One of the best tools for targeting users at this stage is WeChat Moments ads, which are native display ads that appear directly in users’ Moments feeds. Users are highly active on Moments, with 750 million users viewing their feed daily, and 84% of users browsing their feeds several times a day. Users also only receive 2 ads per day, so they’re far more receptive to ads than, say, the average Facebook user, who is constantly bombarded by them. This makes Moments ads a perfect way to spread brand awareness.

Users are able to interact with Moments ads by liking them and commenting on them – and their friends are able to see these interactions and view and interact with the ad too.


A recent Stanford University case study, where they were advertising a postgraduate scholarship, compared the effectiveness of Moments ads with a single image to Moments ads with six images (a relatively new format), and found the six-image ads performed much better. They also used advanced targeting to compare targeting college students with targeting graduating college students, and found that targeting college students was much more effective, as the graduating college students tended to already have established plans for what they were going to do after their studies.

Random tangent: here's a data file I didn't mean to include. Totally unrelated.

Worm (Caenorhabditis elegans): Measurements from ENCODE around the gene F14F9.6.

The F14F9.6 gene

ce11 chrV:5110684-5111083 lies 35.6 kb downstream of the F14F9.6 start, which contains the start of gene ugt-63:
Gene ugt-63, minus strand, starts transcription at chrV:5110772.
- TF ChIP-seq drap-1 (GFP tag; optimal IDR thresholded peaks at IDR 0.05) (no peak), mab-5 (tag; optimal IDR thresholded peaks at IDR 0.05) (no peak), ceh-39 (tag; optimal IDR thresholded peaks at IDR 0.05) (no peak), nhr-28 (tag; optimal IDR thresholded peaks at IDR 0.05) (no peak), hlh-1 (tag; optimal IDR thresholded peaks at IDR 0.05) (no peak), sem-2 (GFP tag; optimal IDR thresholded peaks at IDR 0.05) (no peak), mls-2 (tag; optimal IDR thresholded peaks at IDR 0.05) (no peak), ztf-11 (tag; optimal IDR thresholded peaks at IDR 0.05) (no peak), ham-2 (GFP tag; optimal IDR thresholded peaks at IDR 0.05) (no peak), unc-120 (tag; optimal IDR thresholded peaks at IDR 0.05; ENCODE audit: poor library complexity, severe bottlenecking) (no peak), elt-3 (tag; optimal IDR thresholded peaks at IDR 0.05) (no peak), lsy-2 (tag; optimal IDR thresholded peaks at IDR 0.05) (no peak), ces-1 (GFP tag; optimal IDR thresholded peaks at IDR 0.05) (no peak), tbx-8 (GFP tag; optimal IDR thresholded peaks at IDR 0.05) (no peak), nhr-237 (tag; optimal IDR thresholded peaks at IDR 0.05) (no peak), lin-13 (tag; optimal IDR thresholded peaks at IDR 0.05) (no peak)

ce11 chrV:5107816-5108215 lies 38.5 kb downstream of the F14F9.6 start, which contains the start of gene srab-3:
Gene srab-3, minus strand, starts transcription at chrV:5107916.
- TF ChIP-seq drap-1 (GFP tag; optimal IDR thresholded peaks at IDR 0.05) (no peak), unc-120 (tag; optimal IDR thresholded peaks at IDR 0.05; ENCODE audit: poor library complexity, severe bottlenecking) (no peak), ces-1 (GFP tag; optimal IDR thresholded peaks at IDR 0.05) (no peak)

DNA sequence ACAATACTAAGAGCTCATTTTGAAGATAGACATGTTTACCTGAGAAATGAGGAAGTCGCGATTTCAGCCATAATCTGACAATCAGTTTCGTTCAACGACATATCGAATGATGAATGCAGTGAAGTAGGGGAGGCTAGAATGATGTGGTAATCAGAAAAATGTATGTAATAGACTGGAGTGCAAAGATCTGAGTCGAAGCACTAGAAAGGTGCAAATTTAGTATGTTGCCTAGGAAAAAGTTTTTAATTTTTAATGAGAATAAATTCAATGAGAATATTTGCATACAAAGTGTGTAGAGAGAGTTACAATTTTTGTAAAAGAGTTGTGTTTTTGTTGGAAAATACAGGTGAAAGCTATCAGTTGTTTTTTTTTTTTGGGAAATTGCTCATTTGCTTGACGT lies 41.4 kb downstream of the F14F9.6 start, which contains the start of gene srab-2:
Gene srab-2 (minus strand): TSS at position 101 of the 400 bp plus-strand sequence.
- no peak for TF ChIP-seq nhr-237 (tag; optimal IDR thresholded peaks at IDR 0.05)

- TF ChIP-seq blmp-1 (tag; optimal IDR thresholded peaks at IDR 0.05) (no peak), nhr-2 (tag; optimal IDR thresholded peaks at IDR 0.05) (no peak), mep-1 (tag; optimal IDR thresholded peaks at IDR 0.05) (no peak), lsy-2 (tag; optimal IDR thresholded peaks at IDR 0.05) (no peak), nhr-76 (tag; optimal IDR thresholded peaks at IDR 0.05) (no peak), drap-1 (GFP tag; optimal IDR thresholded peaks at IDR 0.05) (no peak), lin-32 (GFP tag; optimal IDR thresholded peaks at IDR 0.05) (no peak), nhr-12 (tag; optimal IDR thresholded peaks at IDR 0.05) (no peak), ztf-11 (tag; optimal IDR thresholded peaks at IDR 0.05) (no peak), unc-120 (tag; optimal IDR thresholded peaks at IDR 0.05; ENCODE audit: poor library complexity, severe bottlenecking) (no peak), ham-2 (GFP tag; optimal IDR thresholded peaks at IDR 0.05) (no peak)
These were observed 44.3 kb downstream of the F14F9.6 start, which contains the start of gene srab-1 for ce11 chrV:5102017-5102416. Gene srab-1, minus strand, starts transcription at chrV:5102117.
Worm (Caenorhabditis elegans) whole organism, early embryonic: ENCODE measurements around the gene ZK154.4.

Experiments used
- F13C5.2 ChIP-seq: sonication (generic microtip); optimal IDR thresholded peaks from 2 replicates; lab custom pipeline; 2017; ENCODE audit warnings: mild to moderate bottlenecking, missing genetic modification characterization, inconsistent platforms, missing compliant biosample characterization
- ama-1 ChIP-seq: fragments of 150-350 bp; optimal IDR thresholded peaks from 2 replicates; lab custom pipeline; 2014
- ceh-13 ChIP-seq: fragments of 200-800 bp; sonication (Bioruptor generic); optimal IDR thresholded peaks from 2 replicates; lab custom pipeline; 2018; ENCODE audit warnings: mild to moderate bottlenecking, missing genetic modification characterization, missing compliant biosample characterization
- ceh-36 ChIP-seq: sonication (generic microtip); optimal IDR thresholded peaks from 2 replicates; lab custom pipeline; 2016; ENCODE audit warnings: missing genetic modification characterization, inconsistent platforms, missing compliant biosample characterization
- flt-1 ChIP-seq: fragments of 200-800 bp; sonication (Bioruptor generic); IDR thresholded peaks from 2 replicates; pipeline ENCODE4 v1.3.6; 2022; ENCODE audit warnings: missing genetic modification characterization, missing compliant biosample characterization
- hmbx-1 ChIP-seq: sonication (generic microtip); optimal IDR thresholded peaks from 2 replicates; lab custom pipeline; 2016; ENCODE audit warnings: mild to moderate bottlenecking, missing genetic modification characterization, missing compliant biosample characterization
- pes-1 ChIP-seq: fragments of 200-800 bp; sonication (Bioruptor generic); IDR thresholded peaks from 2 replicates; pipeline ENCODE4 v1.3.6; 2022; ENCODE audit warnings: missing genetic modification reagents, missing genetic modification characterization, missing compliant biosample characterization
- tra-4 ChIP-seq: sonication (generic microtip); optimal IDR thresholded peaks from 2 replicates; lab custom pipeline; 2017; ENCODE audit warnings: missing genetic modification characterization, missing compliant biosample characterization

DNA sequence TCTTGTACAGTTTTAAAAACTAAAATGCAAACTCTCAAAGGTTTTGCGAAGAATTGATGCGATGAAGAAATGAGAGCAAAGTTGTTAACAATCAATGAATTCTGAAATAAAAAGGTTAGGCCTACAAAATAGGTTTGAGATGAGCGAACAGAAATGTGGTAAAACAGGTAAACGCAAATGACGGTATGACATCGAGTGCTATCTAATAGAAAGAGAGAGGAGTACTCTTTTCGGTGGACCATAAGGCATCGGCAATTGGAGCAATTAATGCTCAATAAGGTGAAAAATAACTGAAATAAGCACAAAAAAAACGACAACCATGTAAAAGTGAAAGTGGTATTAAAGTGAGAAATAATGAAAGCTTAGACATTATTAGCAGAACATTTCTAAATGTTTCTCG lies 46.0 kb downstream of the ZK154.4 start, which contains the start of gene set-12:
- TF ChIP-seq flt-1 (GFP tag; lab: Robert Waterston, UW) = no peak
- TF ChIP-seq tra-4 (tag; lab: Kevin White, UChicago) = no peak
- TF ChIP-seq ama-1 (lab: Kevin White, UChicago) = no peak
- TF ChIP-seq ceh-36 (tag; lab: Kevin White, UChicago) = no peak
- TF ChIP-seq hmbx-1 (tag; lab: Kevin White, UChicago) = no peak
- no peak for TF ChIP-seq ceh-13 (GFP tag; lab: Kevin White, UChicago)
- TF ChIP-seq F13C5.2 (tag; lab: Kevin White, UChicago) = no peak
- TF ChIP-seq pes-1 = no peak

Tencent Video pre-roll ads and pause ads

With 590 million users on Tencent Video, over 70% of whom are 18–34 years old, Tencent Video is a great way to reach young students as well as middle-aged parents. It’s also a highly captive audience – the average visit is over 75 minutes long – meaning ads are being placed in front of users who are particularly receptive to your message.

Advertisers have two great options on this platform: pre-roll ads, which are 15-second videos that users see before a video starts, and pause ads, which are static images that users see whenever they pause a video.



WeChat Official Account banner ads